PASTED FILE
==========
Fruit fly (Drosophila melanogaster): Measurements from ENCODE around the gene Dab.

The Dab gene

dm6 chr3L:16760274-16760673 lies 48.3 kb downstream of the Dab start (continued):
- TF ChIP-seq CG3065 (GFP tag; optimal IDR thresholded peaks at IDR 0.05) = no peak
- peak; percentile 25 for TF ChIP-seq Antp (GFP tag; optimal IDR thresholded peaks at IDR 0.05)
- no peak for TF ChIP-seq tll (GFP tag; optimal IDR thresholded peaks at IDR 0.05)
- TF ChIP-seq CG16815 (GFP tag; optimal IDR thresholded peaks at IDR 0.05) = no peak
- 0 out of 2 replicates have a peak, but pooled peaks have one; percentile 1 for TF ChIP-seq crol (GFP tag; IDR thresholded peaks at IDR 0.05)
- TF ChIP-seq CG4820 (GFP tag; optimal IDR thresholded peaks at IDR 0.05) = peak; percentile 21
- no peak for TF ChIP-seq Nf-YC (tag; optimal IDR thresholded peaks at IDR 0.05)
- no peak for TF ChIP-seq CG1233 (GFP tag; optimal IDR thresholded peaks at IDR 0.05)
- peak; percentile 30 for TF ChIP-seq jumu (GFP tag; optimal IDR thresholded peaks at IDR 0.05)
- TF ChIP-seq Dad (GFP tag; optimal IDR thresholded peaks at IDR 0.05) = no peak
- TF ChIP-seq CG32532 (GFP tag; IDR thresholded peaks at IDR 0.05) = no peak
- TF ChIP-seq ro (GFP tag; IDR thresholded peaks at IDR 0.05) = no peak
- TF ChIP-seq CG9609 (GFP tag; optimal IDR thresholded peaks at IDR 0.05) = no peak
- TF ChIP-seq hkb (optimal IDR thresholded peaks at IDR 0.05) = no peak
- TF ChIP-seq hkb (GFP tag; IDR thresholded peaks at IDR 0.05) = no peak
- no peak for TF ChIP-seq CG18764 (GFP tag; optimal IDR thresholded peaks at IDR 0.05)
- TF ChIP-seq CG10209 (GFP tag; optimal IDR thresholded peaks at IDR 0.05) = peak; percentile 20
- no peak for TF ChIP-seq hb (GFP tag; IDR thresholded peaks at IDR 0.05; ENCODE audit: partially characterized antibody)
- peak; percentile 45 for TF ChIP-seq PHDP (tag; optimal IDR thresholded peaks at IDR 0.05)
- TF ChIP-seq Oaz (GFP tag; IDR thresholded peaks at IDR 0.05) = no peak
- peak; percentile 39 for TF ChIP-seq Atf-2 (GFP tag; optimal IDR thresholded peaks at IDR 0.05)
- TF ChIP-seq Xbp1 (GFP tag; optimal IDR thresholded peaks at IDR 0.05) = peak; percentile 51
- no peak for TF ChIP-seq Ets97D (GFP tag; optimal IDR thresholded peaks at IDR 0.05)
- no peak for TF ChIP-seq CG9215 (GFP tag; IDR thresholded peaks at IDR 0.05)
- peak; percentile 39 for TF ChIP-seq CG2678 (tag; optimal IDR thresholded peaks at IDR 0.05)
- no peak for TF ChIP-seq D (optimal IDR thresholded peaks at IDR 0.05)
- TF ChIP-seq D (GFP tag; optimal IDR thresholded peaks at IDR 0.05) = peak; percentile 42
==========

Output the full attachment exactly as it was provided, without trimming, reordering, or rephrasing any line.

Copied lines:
Fruit fly (Drosophila melanogaster): Measurements from ENCODE around the gene Dab.

The Dab gene

dm6 chr3L:16760274-16760673 lies 48.3 kb downstream of the Dab start (continued):
- TF ChIP-seq CG3065 (GFP tag; optimal IDR thresholded peaks at IDR 0.05) = no peak
- peak; percentile 25 for TF ChIP-seq Antp (GFP tag; optimal IDR thresholded peaks at IDR 0.05)
- no peak for TF ChIP-seq tll (GFP tag; optimal IDR thresholded peaks at IDR 0.05)
- TF ChIP-seq CG16815 (GFP tag; optimal IDR thresholded peaks at IDR 0.05) = no peak
- 0 out of 2 replicates have a peak, but pooled peaks have one; percentile 1 for TF ChIP-seq crol (GFP tag; IDR thresholded peaks at IDR 0.05)
- TF ChIP-seq CG4820 (GFP tag; optimal IDR thresholded peaks at IDR 0.05) = peak; percentile 21
- no peak for TF ChIP-seq Nf-YC (tag; optimal IDR thresholded peaks at IDR 0.05)
- no peak for TF ChIP-seq CG1233 (GFP tag; optimal IDR thresholded peaks at IDR 0.05)
- peak; percentile 30 for TF ChIP-seq jumu (GFP tag; optimal IDR thresholded peaks at IDR 0.05)
- TF ChIP-seq Dad (GFP tag; optimal IDR thresholded peaks at IDR 0.05) = no peak
- TF ChIP-seq CG32532 (GFP tag; IDR thresholded peaks at IDR 0.05) = no peak
- TF ChIP-seq ro (GFP tag; IDR thresholded peaks at IDR 0.05) = no peak
- TF ChIP-seq CG9609 (GFP tag; optimal IDR thresholded peaks at IDR 0.05) = no peak
- TF ChIP-seq hkb (optimal IDR thresholded peaks at IDR 0.05) = no peak
- TF ChIP-seq hkb (GFP tag; IDR thresholded peaks at IDR 0.05) = no peak
- no peak for TF ChIP-seq CG18764 (GFP tag; optimal IDR thresholded peaks at IDR 0.05)
- TF ChIP-seq CG10209 (GFP tag; optimal IDR thresholded peaks at IDR 0.05) = peak; percentile 20
- no peak for TF ChIP-seq hb (GFP tag; IDR thresholded peaks at IDR 0.05; ENCODE audit: partially characterized antibody)
- peak; percentile 45 for TF ChIP-seq PHDP (tag; optimal IDR thresholded peaks at IDR 0.05)
- TF ChIP-seq Oaz (GFP tag; IDR thresholded peaks at IDR 0.05) = no peak
- peak; percentile 39 for TF ChIP-seq Atf-2 (GFP tag; optimal IDR thresholded peaks at IDR 0.05)
- TF ChIP-seq Xbp1 (GFP tag; optimal IDR thresholded peaks at IDR 0.05) = peak; percentile 51
- no peak for TF ChIP-seq Ets97D (GFP tag; optimal IDR thresholded peaks at IDR 0.05)
- no peak for TF ChIP-seq CG9215 (GFP tag; IDR thresholded peaks at IDR 0.05)
- peak; percentile 39 for TF ChIP-seq CG2678 (tag; optimal IDR thresholded peaks at IDR 0.05)
- no peak for TF ChIP-seq D (optimal IDR thresholded peaks at IDR 0.05)
- TF ChIP-seq D (GFP tag; optimal IDR thresholded peaks at IDR 0.05) = peak; percentile 42